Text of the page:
So many of Rome's treasures are accessible. I walk past the Coliseum and the Forum at least three or four times a day. You can see dramatic Caravaggio paintings in several churches dotted about town. Byzantine mosaics, church relics, grand baroque fountains and vine covered alleys are all yours for the proverbial taking.
But Rome is a city of secrets too. She hides away many of her charms behind closed doors and complicated bureaucracy. These capricious treasures are available to you often only through sheer good fortune.
Last week I was invited to peek behind one of these closed doors by the team behind the beautiful website Italian Ways. A group of Italian and American bloggers, historians and Instagrammers spent a sunny Saturday morning learning about the elegant via Guilia and the Palazzo Sacchetti designed by Antonio da Sangallo in the mid-500's. If you have watched Paolo Sorrentino's sumptuous award winning film, La Grande Bellezza, you have seen glimpses of this extraordinary place.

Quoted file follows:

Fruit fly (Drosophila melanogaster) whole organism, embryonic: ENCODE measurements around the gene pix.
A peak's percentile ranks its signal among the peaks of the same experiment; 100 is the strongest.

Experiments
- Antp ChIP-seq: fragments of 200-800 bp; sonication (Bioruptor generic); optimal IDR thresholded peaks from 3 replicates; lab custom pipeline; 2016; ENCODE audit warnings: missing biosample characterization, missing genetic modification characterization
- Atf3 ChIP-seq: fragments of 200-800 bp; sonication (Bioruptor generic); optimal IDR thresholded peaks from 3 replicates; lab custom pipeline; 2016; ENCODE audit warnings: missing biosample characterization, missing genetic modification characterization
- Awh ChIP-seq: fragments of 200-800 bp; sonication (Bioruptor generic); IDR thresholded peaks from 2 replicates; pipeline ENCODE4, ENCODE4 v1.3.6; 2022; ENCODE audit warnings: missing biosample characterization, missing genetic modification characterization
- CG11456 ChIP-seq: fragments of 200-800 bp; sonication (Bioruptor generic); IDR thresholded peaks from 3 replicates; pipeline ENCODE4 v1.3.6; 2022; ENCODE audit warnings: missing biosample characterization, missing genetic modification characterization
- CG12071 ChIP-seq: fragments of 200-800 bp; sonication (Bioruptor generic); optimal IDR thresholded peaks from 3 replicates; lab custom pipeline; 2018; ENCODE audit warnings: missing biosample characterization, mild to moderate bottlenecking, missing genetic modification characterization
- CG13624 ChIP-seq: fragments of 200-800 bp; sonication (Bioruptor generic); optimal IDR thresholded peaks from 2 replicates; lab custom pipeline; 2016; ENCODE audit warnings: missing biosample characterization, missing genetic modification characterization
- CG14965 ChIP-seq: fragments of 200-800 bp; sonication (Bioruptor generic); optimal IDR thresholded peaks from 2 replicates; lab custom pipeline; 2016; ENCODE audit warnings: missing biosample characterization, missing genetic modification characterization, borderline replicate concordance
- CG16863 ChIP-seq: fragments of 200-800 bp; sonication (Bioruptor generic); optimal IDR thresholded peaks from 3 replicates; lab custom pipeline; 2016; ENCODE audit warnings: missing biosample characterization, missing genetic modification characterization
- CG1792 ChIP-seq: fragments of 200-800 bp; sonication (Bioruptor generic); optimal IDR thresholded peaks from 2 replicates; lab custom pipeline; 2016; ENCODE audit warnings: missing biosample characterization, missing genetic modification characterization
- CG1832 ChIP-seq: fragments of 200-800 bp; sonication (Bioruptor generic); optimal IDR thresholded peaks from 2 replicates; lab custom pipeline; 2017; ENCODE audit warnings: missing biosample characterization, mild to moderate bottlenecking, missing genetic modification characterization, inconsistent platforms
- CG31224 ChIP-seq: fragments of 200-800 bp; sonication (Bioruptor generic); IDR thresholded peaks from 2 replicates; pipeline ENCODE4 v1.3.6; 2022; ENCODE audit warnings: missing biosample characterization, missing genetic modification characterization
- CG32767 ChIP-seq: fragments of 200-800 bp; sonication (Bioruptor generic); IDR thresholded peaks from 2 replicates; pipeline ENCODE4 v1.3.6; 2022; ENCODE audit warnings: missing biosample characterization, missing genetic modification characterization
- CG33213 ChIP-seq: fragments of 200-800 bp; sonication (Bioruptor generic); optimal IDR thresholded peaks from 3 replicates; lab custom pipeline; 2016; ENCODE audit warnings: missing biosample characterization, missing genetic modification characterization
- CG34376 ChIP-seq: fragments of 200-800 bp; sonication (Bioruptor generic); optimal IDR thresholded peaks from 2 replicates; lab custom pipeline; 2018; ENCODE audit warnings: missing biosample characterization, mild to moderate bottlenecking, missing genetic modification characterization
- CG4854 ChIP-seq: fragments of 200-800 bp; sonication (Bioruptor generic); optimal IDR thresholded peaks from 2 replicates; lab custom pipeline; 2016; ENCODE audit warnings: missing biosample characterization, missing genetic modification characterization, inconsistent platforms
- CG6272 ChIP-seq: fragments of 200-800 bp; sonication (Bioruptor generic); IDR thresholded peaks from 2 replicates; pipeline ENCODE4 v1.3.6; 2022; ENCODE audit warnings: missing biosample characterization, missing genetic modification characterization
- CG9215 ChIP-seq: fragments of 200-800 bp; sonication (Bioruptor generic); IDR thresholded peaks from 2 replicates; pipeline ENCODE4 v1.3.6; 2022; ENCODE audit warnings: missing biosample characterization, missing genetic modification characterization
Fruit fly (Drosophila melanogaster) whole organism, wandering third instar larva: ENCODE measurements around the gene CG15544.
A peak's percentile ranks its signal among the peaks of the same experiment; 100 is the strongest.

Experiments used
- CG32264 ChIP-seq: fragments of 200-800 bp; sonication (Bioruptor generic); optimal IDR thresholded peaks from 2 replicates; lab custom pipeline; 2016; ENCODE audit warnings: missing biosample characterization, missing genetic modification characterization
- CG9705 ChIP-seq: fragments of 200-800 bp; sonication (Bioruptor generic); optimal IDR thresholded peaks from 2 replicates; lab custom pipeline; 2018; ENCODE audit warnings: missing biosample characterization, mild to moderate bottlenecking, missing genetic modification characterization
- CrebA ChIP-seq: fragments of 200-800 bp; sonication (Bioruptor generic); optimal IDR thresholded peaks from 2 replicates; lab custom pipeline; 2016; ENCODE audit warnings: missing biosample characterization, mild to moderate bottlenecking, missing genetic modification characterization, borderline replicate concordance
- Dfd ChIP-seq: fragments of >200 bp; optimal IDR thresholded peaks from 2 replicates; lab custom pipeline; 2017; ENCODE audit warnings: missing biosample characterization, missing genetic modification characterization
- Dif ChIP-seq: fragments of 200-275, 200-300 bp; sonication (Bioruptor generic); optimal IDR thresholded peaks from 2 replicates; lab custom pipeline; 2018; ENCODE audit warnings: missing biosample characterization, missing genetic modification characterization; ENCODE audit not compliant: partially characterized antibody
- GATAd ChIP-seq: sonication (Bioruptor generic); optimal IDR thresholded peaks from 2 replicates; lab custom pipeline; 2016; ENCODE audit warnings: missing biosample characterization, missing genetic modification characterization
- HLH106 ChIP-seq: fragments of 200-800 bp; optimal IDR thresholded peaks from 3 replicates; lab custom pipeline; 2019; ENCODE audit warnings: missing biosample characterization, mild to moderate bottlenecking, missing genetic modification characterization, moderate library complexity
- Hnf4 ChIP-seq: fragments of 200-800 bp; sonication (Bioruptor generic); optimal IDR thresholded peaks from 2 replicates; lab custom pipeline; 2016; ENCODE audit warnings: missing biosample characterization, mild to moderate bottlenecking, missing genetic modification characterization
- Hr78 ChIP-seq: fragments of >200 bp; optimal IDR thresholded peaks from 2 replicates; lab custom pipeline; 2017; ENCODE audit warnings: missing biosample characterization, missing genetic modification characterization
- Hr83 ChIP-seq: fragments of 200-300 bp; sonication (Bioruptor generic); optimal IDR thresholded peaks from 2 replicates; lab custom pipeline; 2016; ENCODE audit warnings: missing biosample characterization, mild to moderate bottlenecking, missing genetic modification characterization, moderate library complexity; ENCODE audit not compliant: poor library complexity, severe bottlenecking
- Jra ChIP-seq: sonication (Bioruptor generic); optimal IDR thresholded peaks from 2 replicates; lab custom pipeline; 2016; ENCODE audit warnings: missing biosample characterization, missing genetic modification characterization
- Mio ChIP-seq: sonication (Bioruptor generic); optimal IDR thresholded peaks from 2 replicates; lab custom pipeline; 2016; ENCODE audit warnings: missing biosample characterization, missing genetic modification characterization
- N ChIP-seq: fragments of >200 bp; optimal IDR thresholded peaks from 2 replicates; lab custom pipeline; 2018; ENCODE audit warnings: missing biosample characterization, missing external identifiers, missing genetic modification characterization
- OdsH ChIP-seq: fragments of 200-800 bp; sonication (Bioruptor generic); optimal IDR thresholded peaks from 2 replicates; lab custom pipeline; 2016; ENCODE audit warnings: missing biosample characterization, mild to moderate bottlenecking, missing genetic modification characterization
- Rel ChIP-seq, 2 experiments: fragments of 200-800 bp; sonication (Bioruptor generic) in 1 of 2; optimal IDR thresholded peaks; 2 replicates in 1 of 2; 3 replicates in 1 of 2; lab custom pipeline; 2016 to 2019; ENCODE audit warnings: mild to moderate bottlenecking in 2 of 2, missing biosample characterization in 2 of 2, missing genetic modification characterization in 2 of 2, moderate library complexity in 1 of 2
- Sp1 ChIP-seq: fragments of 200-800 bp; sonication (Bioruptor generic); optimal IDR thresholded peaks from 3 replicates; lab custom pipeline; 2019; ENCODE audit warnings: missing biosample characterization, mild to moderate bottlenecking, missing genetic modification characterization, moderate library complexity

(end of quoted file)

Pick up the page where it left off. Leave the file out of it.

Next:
Elena Cagiano de Azevedo of the Storica dell’Arte e Archeologa guided us through the history and art of this refined palazzo and the powerful family who have resided there since 1600. We got to explore an ornate private chapel, peek at family photos with popes and world leaders, gaze at frescoes by Francesco Salviati and Pietro da Cortona, and frolic (like the nuns and children in the film) in the orange flower scented garden that is looked over by fearsome masks. It was a splendid way to spend a Saturday morning.
Reluctantly we left the gated calm of the Palazzo and spilled back out on the via Giulia. Lingering outside, discussing the how the film, like life in Rome, is a journey of beauty and complications. La Grande Bellezza indeed.